PFAS had not been sampled during the Remedial Investigations as it was not included as a Contaminant of Concern. However, as noted during public meetings, PADEP and Evergreen have had discussions regarding future sampling of these compounds. A formal request was subsequently received from PADEP to sample remediation system effluents for PFAS compounds. Upon receipt of data, results will be discussed with PADEP.
Note: other questions and comments have been posted on PFAS:
- 1) The PA Dept of Environmental Protection has added Per- and polyfluoroalkyl substances (PFAS) to the recent regulations for contaminants—likely present in refineries, since they are used in firefighting foams. Indeed, other states such as Alaska, Michigan, Colorado and Wisconsin found PFAS contamination in refineries, and are requiring or undergoing remediation of those sites. The site should be tested for these contaminants and required to address the contamination.
- 2) The Site is a Significant Potential Source of PFAS to the Environment
- 3) It is important that public agencies at the state and city level ask more of Evergreen. Basic reporting, as required by state law, is not sufficient for this site. PFAS, for example, are likely highly concentrated here due to firefighting on site. I support the specific reporting measures recommended by the Clean Air Council in Mr. Minott’s op ed in The Inquirer this morning (January 13). This would be a big step forward.
- 4) Regarding the F&T model, are PFAS compounds going to be included in the model? A model in 2001 showed that groundwater does flow from beneath the refinery to parts of New Jersey, so we wanted to know if PFAS compounds, especially PFOA, PFOS and PFNA, are going to be sampled and included in the modeling?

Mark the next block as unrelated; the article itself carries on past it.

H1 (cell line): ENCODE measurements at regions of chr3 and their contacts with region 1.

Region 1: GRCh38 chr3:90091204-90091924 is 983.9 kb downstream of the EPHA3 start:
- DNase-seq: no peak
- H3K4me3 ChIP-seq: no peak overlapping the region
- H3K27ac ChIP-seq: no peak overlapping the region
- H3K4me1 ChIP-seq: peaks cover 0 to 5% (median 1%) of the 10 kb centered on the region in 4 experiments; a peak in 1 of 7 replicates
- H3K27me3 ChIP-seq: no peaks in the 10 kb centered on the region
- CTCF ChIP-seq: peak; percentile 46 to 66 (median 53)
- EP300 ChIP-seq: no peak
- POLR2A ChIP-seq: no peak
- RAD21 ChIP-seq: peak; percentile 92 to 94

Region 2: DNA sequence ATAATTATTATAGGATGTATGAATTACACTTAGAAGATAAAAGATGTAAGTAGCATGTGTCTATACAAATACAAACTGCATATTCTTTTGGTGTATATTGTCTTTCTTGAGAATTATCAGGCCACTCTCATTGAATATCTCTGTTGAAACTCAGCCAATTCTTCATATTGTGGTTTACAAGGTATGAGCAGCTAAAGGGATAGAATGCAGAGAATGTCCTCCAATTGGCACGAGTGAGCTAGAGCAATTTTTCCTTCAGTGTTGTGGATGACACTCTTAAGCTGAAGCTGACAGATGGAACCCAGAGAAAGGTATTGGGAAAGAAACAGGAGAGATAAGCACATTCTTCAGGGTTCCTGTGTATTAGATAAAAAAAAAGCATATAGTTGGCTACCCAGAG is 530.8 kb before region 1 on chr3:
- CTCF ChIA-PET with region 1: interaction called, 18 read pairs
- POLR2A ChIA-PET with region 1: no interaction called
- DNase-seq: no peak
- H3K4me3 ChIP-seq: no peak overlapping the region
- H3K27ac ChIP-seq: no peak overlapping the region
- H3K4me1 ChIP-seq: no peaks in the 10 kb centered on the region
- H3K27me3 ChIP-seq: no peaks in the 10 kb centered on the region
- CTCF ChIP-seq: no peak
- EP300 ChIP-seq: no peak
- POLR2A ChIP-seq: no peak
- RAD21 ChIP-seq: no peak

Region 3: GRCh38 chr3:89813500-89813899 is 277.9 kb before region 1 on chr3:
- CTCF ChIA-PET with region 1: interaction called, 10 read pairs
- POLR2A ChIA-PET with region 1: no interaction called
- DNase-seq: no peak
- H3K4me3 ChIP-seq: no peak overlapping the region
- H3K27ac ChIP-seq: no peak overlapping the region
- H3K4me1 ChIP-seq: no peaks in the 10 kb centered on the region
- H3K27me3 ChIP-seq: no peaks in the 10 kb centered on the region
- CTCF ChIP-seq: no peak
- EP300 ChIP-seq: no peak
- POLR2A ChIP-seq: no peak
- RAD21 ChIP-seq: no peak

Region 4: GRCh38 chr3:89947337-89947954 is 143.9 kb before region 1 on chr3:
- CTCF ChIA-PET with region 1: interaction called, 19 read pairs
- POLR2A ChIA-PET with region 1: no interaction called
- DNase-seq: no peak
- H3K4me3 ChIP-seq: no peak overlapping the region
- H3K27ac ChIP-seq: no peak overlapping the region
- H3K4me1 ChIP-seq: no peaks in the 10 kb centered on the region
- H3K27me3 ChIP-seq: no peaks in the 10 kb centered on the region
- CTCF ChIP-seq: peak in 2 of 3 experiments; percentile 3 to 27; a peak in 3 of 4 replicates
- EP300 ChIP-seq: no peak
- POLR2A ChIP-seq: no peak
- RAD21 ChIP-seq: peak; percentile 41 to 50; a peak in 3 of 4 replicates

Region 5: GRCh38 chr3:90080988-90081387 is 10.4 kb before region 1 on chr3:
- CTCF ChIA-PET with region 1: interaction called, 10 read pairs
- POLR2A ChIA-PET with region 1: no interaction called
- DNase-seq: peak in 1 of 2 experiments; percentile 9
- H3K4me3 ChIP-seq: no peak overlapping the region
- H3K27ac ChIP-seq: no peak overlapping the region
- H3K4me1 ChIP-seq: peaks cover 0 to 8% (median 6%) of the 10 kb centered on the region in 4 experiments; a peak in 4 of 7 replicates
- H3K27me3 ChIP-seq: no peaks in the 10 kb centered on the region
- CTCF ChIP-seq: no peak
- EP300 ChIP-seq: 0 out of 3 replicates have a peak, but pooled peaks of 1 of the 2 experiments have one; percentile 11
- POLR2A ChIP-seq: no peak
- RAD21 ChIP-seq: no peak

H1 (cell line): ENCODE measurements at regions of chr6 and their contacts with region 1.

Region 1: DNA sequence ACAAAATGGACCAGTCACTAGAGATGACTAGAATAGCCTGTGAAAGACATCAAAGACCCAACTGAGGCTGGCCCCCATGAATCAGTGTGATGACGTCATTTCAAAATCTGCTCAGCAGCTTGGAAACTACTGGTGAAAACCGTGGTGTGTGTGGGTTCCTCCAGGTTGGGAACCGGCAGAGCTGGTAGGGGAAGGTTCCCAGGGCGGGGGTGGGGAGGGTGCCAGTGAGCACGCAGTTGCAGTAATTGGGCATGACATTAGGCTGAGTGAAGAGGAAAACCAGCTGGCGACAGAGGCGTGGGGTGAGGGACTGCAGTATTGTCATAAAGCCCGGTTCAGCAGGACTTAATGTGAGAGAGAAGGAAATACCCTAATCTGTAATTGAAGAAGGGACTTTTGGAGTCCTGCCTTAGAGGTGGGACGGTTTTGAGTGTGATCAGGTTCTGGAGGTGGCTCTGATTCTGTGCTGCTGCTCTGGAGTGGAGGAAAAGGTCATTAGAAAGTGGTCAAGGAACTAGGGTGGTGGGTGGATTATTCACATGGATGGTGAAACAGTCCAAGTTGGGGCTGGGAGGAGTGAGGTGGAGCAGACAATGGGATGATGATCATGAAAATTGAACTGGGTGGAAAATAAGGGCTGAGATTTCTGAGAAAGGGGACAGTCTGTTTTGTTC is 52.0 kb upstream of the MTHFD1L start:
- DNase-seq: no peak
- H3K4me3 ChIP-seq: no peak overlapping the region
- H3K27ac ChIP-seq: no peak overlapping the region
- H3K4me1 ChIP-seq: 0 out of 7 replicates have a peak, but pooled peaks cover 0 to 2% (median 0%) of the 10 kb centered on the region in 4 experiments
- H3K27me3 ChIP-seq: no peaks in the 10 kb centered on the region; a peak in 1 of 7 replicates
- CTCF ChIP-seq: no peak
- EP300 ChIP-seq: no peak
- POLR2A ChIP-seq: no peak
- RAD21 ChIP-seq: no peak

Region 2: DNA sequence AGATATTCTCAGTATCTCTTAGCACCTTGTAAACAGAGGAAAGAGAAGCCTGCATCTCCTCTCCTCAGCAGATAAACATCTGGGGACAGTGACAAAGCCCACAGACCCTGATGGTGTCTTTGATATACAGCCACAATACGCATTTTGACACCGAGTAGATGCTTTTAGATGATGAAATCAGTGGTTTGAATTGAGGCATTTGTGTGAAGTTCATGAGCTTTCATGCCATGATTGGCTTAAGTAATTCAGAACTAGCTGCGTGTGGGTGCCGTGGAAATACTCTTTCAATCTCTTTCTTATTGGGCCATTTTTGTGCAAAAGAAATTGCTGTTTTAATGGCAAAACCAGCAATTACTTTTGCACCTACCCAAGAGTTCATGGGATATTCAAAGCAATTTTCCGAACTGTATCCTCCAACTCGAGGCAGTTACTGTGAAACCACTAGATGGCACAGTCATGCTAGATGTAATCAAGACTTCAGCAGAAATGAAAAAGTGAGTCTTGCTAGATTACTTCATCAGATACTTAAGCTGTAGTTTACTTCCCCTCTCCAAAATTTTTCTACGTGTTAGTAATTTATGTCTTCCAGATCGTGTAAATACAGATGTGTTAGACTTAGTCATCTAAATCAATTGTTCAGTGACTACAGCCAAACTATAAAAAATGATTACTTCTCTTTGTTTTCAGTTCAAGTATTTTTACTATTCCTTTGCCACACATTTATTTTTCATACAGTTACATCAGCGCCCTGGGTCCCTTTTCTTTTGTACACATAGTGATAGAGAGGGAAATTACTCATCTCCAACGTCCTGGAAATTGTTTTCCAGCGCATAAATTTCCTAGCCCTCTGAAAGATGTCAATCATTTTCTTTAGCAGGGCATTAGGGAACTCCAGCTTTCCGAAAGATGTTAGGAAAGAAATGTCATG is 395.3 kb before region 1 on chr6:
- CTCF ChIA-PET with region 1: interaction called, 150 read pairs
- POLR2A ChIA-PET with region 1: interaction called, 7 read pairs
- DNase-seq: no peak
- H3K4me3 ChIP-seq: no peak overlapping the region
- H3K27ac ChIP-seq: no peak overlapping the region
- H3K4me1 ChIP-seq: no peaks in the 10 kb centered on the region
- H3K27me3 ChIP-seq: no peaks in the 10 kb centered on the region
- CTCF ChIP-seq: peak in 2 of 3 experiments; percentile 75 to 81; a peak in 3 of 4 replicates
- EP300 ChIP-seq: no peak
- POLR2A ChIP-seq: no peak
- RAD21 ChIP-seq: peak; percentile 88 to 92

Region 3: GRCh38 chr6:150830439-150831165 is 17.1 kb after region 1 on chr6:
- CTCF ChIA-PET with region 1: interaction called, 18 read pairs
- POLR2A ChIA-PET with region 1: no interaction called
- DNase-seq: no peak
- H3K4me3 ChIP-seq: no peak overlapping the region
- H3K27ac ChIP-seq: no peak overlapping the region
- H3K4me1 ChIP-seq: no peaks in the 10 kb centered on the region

- 5) Applicable Guidelines Require PFAS Investigation
- 6) The PES Site should be required to sample for PFAS using appropriate EPA Method 537 methodologies in shallow and deep groundwater and surface water and soil consistent with EPA and PADEP requirements. The Site has experienced multiple releases of AFFF, a product known to contain PFAS, and the lower aquifer beneath the Site, the Potomac-Raritan-Magothy (“PRM”) aquifer system, is a major source of drinking water in New Jersey. **The report prepared by EPA’s contractor, Skeo Solutions, Inc., acknowledges that contamination in the lower aquifer could migrate offsite and affect the water supply for parts of New Jersey. EPA’s policy, Interim Recommendations to Address Groundwater Contaminated with PFOA and PFOS, sets a preliminary remediation goal of 70 ppt for PFOA and PFOS in groundwater that is a current or potential source of drinking water. The Pennsylvania Act 2 program uses the EPA PFOA and PFOS Lifetime Drinking Water Health Advisory Level of 70 ppt as the groundwater medium specific concentration (“MSC”). New Jersey, where drinking water supplies may be impacted, has established an MCL of 14 ppt for PFOA, 13 ppt for PFOS, and 13 ppt for PFNA.
- **The question above notes The report prepared by EPA’s contractor, Skeo Solutions, Inc., acknowledges that contamination in the lower aquifer could migrate offsite and affect the water supply for parts of New Jersey. Skeo’s report noted “The refinery’s pollution may affect an area of underground water (i.e. an aquifer) used by the state of New Jersey for drinking water”. That statement is accurate in that an aquifer exists beneath both the former refinery and parts of New Jersey, and Evergreen has acknowledged impact in the lower aquifer beneath the former refinery. However, it is highly unlikely that contamination sourced at the refinery could migrate into New Jersey. We have also noted that until a chemical fate and transport model can be completed, this cannot be confirmed.